When I started to garden, I bought plants. I even bought them from White Flower Farm, which charges you three times more than what the plant would cost if you bought it locally, plus shipping. In the early days, spending a couple of hundred dollars on plants seemed exorbitant, but one soon learns that two- to three-hundred-dollars worth of plants only goes so far. Soon, the amount of money you’re spending can skyrocket. You’re doing really well if you are spending just a couple of hundred dollars each season.
If you are childless and have a solid job, this lifestyle may be tenable. For me, as my family has grown, so has its demands upon our household income; the cold-hardy reality of budgeting has set in. For me, It is now a necessity to grow the majority of my plants from seed.
Starting plants from seed is considered by many gardeners online to be the purview of the experts, and there may be some truth in that, especially if you are drawn to rare or expensive plants. But I’ve become convinced that growing your own plants from seed is the only way one can achieve a great garden. Once when I was talking to a notable garden designer about her garden, she indicated that all of her rarities and interesting introductions grown from seed were a product of necessity as much as passion. To buy plants in the quantities she needed would have cost a fortune. I guess even nationally famous garden designers who’ve written many successful gardening books must make do with modest salaries, but their gardens speak for themselves.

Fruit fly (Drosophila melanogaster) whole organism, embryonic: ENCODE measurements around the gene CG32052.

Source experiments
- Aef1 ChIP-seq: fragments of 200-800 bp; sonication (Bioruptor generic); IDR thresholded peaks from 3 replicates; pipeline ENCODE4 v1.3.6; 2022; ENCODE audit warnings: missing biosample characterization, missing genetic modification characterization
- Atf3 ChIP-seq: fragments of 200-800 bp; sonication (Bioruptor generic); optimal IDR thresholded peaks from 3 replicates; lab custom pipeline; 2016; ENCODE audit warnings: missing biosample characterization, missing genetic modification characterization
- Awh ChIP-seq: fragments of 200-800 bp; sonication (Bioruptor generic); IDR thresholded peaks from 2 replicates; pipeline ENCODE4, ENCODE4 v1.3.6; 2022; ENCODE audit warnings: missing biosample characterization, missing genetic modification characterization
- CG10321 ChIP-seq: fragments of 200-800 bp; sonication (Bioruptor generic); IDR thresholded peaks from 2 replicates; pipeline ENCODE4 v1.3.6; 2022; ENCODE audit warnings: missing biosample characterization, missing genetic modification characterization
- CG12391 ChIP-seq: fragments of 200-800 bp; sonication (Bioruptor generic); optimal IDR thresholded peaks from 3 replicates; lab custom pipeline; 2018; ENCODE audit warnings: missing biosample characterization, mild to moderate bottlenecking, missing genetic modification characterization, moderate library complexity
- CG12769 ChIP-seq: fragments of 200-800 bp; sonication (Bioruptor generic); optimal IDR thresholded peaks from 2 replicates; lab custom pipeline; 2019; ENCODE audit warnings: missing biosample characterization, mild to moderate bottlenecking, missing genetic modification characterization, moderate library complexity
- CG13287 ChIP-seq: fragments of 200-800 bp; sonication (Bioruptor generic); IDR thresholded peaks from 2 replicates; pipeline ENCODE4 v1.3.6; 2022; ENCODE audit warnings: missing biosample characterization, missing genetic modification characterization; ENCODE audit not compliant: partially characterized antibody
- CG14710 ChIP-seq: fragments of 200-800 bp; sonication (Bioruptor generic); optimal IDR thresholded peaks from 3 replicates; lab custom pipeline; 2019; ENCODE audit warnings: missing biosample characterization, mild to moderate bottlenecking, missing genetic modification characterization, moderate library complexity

Growing from seed is less expensive, but still has its costs. And, plants that are patented, or grafted, or whose seed is very difficult to propagate or source still must be purchased as plants. Also, the cost of growing materials is not insignificant, but the amount of plants you get more than makes up for that investment. I’ve made do without a greenhouse or cold frame (so far), thanks to wintersowing in milk jugs, and there are many plants that take off with direct sowing. Of course, there is the question of time, and that is the trade off. As a gardener, you must learn to wait for anywhere between two and five years to get a perennial, bulb, or woody plant ready to plant out in the garden, and that is a significant investment of your time and often space. But I think by engaging in plants from their beginnings gives you a better sense of what the plant needs and how it grows. Hence, the best gardeners are the seedy types.
In this light, I would encourage you to follow #seedchat tonight as it is the 3rd annual seed swap! Get sowing!